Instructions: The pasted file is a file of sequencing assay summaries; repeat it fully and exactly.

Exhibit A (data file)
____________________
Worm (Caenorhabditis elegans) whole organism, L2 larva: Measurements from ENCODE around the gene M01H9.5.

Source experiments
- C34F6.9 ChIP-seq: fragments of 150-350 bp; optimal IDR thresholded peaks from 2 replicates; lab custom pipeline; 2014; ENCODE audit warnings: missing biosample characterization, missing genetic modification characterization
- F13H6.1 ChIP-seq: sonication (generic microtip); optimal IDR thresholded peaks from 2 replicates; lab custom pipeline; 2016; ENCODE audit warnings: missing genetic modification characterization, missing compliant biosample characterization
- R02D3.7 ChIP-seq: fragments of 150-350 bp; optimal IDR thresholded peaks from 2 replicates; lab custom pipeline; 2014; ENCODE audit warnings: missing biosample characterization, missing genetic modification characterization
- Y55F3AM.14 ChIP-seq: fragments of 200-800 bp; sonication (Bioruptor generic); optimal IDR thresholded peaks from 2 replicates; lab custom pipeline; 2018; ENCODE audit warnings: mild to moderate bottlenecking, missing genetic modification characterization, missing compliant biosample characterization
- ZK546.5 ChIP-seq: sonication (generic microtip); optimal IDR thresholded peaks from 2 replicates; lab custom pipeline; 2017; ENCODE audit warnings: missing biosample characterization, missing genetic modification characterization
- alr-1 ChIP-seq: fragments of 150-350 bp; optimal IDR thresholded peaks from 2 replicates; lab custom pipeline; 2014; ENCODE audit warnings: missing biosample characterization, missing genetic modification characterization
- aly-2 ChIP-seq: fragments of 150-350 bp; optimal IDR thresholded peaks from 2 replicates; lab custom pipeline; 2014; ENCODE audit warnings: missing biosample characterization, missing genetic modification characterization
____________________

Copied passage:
Worm (Caenorhabditis elegans) whole organism, L2 larva: Measurements from ENCODE around the gene M01H9.5.

Source experiments
- C34F6.9 ChIP-seq: fragments of 150-350 bp; optimal IDR thresholded peaks from 2 replicates; lab custom pipeline; 2014; ENCODE audit warnings: missing biosample characterization, missing genetic modification characterization
- F13H6.1 ChIP-seq: sonication (generic microtip); optimal IDR thresholded peaks from 2 replicates; lab custom pipeline; 2016; ENCODE audit warnings: missing genetic modification characterization, missing compliant biosample characterization
- R02D3.7 ChIP-seq: fragments of 150-350 bp; optimal IDR thresholded peaks from 2 replicates; lab custom pipeline; 2014; ENCODE audit warnings: missing biosample characterization, missing genetic modification characterization
- Y55F3AM.14 ChIP-seq: fragments of 200-800 bp; sonication (Bioruptor generic); optimal IDR thresholded peaks from 2 replicates; lab custom pipeline; 2018; ENCODE audit warnings: mild to moderate bottlenecking, missing genetic modification characterization, missing compliant biosample characterization
- ZK546.5 ChIP-seq: sonication (generic microtip); optimal IDR thresholded peaks from 2 replicates; lab custom pipeline; 2017; ENCODE audit warnings: missing biosample characterization, missing genetic modification characterization
- alr-1 ChIP-seq: fragments of 150-350 bp; optimal IDR thresholded peaks from 2 replicates; lab custom pipeline; 2014; ENCODE audit warnings: missing biosample characterization, missing genetic modification characterization
- aly-2 ChIP-seq: fragments of 150-350 bp; optimal IDR thresholded peaks from 2 replicates; lab custom pipeline; 2014; ENCODE audit warnings: missing biosample characterization, missing genetic modification characterization